Crude is not alone as it plunges into 2015

The plunging price of crude oil is the big story of the energy industry in 2015 so far.  The impact of this seismic shift in the pricing of hydrocarbons reaches well beyond the oil market. The fall in crude is in turn acting to drag down global gas prices, changing LNG flows and threatening the economics of large volumes of new production.  Shifts in the relative pricing of hydrocarbons are also set to shake up the competitive balance across gas, coal and renewable power generation assets.

Looking back through history, similar oil price moves of this magnitude suggest prices are unlikely to make a meaningful recovery anytime soon.  Weak crude is not just going to be January’s story.  It will likely be the defining energy market event of 2015.  So we are going to start the year with a series of three articles focused on crude pricing:

  1. This week we focus on the demand side and look at the crude price fall against a backdrop of a broader sell off in commodity prices and weakening global economic outlook.
  2. Next week we look at the specific factors driving the current oversupply in the crude market, as well as how supply side response may act to stabilise the oil market.
  3. Finally in the third article we will show an animated view of the evolution of spot Brent vs the forward curve (as we previously did with NBP gas prices), to illustrate the structural shifts that are taking place across the curves in a historical context.

Then in series of subsequent articles across the first half of this year we will drill down into some of the more detailed implications of the structural shift in crude pricing for LNG, European gas and power markets.

Oil is in good company

As the decline in oil prices gained pace towards the end of 2014, the prices of other key industrial and energy commodities have also accelerated lower. This reflects a broader weakening in commodity demand tied to a softening global economic growth outlook.  Chart 1 plots the crude price decline against two other important commodities:

  • Copper: A key industrial commodity (and useful benchmark for the strength of global commodity markets as we set out previously)
  • Coal: The other key global energy commodity, which has fallen sharply since the start of 2015 (with ARA coal prices now under 60 $/t)

So while there is a specific oversupply story playing out in the crude market, the rapid decline in the prices of other commodities into 2015 suggests a broader weakening in global commodity demand.

Chart 1: Key commodity price changes (from June 14)

 Commodity sell off

Source: Thomson Reuters

Is the global economy stagnating?

Looking beyond commodity markets for a minute, it is not hard to find evidence of increasing concerns around global economic weakness. Interest rate markets are a good place to start.  Long term (10 year) government bond yields have also fallen sharply across the last 6-12 months as illustrated in Chart 2, with bond yields of 4 major developed countries shown as follows:

  • Japanese yields in purple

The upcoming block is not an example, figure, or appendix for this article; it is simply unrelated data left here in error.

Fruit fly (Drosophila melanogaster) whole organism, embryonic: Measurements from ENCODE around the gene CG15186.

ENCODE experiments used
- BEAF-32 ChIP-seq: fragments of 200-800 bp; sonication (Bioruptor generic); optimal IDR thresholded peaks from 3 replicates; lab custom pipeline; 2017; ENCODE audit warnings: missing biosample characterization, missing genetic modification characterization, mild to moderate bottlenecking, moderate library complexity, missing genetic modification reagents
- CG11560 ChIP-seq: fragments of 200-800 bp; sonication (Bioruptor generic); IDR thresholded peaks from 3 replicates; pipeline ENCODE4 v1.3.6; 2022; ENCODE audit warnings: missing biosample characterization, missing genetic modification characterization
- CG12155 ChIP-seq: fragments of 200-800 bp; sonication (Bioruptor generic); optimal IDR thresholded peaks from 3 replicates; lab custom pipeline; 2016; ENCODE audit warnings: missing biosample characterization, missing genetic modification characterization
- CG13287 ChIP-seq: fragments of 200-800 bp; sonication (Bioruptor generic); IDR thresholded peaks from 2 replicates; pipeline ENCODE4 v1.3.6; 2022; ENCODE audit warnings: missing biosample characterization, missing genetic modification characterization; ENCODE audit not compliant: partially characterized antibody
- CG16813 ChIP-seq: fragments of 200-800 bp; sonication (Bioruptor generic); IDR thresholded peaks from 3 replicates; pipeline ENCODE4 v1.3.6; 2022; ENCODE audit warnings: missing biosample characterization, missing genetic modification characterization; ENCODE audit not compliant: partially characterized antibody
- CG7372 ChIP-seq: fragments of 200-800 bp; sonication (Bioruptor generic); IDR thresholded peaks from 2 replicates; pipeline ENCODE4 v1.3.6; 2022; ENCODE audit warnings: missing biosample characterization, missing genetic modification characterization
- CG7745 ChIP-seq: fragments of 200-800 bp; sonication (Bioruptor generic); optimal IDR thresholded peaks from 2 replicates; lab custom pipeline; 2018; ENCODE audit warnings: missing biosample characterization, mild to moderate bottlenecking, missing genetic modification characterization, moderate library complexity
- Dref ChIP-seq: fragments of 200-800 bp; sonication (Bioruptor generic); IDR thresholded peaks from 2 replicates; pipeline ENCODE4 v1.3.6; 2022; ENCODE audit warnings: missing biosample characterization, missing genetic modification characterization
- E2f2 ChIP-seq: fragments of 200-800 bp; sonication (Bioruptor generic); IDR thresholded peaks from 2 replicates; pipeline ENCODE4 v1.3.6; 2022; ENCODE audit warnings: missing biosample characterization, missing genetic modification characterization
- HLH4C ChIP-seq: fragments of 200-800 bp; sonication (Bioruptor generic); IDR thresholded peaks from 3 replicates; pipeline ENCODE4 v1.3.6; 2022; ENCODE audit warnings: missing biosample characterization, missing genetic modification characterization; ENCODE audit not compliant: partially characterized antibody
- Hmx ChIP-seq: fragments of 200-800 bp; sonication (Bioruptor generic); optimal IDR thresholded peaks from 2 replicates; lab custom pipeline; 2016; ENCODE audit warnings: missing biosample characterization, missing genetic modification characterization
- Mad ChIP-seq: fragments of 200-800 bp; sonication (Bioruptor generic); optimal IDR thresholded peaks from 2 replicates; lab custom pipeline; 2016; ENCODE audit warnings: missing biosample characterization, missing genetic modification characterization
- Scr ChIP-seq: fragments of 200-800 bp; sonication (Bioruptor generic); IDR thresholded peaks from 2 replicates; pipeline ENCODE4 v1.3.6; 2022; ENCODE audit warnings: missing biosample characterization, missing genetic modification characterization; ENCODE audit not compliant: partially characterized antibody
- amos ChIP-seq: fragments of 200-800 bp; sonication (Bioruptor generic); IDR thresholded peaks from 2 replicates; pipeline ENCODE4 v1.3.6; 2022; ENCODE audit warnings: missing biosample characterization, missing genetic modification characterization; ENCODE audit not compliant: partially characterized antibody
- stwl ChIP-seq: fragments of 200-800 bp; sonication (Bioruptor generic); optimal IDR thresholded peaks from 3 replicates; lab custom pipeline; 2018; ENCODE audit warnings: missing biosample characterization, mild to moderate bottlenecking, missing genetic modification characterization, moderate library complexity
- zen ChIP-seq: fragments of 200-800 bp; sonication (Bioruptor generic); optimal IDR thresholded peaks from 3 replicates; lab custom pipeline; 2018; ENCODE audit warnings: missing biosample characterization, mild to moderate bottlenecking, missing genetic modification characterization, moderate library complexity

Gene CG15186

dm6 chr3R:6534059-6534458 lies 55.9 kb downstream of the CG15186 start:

• German and Swiss yields in yellow and green respectively
  • US yields in white

Chart 2: Long term government bond yields

Bloomberg Govt Bonds

Source: Bloomberg

Yield curves across the world have been flattening (longer term yields falling relative to short ones), a dynamic typically associated with expectations of weakening economic conditions.  It is important to also take into account the effects of central bank bond purchases on bond yields (Quantitative Easing or QE).  But in a sense these bond purchase programs only reinforce the message of underlying economic weakness.

The pronounced decline in German yields across 2014 symptomises concerns about Europe joining Japan in a state of prolonged deflationary stagnation.  The European Central Bank is expected to respond this week by announcing aggressive new QE measures of its own.  But while the world’s major central banks have inflated share and property markets with QE, their success in fostering real economic growth in a debt laden global economy has been limited.

The US yield gap over Europe and Japan reflects a healthier US economy in relative terms but one whose fortunes are clearly linked to the rest of the world.  But importantly, higher US yields have driven a pronounced rally in the US dollar over the last year.  This has also contributed to global commodity price weakness given commodities are traded in USD terms.

The linkage back to energy markets

Why does all this matter for European gas and power markets?  There are the more obvious direct implications of weakening economic growth on demand for power and gas across Europe.  But there are a number of more indirect consequences of a structural shift lower in global commodity prices caused by weakening demand.  For example:

  • Falling crude is pulling down oil-indexed Asian LNG prices, a factor that combined with weak spot prices is likely to see a substantial increase in LNG flows into Europe in 2015, particularly into the summer.
  • European oil-indexed gas contract prices are also set to decline as 2015 progresses (once the impact of contract price lags feeds through), putting downward pressure on gas forward curves and hub prices as well as having important implications for the value of gas flexibility.
  • The relative pricing of coal and gas (influenced by oil) will alter generation dynamics in European power markets as well as bringing down absolute power prices.

We will follow through on each of these themes in a number of subsequent articles across the first half of 2015.  But next week we continue our focus on crude with a more specific look at supply side drivers.